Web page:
Wild Hogs are Tearing up a California Community

By author of The Realblog with Stephanie Mallory

Some homeowners want to hire hunters, but others are against it

Several homeowners in California’s Morgan Hill community say they’re desperate to find a solution to the packs of wild hogs that are tearing up their yards and parks.  

“The pigs are desperate for water and the lake is drained. So, they come into where people water their grass,” Chris Wood, president of the homeowners’ association, told NBC Bay Area.

The hogs have dug up numerous lawns as well as a meadow where families once picnicked.

Homeowners’ association members say they believe the problem stems from the fact that the Anderson Reservoir is dry, so they’re turning to the Santa Clara Valley Water District to help get rid of the pigs. 

“These hogs cannot swim across the lake,” Wood said. “But they sure can walk across a dry lake bottom.”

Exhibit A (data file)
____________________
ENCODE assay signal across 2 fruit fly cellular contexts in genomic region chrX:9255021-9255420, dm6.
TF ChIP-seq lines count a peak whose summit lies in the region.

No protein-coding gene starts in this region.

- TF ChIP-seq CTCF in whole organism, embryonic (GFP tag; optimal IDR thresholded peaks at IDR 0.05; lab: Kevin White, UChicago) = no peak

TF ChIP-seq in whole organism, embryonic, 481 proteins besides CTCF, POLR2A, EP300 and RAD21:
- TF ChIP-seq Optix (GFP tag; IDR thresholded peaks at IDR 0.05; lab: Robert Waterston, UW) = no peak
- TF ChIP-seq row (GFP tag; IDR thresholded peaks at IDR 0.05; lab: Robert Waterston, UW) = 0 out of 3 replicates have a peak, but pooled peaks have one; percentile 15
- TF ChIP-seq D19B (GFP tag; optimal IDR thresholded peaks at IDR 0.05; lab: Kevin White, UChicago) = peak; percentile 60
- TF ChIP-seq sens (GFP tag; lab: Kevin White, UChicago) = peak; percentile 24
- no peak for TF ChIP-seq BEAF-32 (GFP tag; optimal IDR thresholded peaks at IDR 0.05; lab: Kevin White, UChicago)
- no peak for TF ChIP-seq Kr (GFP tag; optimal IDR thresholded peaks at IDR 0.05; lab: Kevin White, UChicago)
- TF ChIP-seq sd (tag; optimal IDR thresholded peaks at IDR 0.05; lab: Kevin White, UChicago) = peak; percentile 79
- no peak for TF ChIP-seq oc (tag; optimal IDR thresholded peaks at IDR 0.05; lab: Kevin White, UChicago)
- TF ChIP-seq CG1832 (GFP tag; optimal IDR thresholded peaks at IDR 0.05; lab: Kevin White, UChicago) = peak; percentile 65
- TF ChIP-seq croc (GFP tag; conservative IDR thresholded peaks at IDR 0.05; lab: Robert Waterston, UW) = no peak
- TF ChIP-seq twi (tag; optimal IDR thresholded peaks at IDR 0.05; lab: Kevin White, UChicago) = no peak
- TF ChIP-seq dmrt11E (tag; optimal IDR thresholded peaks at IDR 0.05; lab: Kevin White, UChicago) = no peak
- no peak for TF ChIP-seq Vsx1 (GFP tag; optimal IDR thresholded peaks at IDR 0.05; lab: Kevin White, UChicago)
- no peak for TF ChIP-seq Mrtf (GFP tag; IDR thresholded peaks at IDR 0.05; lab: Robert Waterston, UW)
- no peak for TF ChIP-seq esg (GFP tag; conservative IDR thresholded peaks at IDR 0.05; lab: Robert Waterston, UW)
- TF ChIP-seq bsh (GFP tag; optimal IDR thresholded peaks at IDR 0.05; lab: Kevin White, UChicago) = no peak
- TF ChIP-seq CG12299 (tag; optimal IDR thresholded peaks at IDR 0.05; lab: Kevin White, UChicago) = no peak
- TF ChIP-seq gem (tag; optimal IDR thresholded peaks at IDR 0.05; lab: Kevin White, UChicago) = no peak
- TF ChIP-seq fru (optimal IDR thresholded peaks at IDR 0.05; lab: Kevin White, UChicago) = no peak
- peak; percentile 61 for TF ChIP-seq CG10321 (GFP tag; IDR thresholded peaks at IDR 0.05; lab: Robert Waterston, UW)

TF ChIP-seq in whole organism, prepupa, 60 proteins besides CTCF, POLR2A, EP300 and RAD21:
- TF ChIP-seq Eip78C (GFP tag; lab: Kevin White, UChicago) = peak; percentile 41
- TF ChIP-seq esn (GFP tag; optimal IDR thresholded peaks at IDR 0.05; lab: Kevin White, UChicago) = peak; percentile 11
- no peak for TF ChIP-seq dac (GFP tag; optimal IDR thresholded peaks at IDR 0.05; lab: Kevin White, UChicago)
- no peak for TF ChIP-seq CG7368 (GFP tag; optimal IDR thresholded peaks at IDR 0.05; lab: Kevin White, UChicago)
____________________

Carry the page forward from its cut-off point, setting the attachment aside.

In a statement to NBC Bay Area, the water district says it’s not responsible for wild pig management, and the agency has "not seen any evidence of the lowering of Anderson causing this issue in Morgan Hill."

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Some homeowners say hiring a hunter could help solve the problem, but state regulations and its own bylaws stand in the way.

“You have to actually shoot the pigs in the corral,” Wood said. “And any home within 150 yards can veto that action.”

He says many have already rejected that plan, “loudly and clearly.”

Landscapers are currently spreading chemicals to make the grass unpleasant for the pigs. And some in the community have looked into building a huge fence, but it’s unpopular with most and costly.

But, homeowners say they need a solution because they simply can’t wait for Anderson to fill up again.

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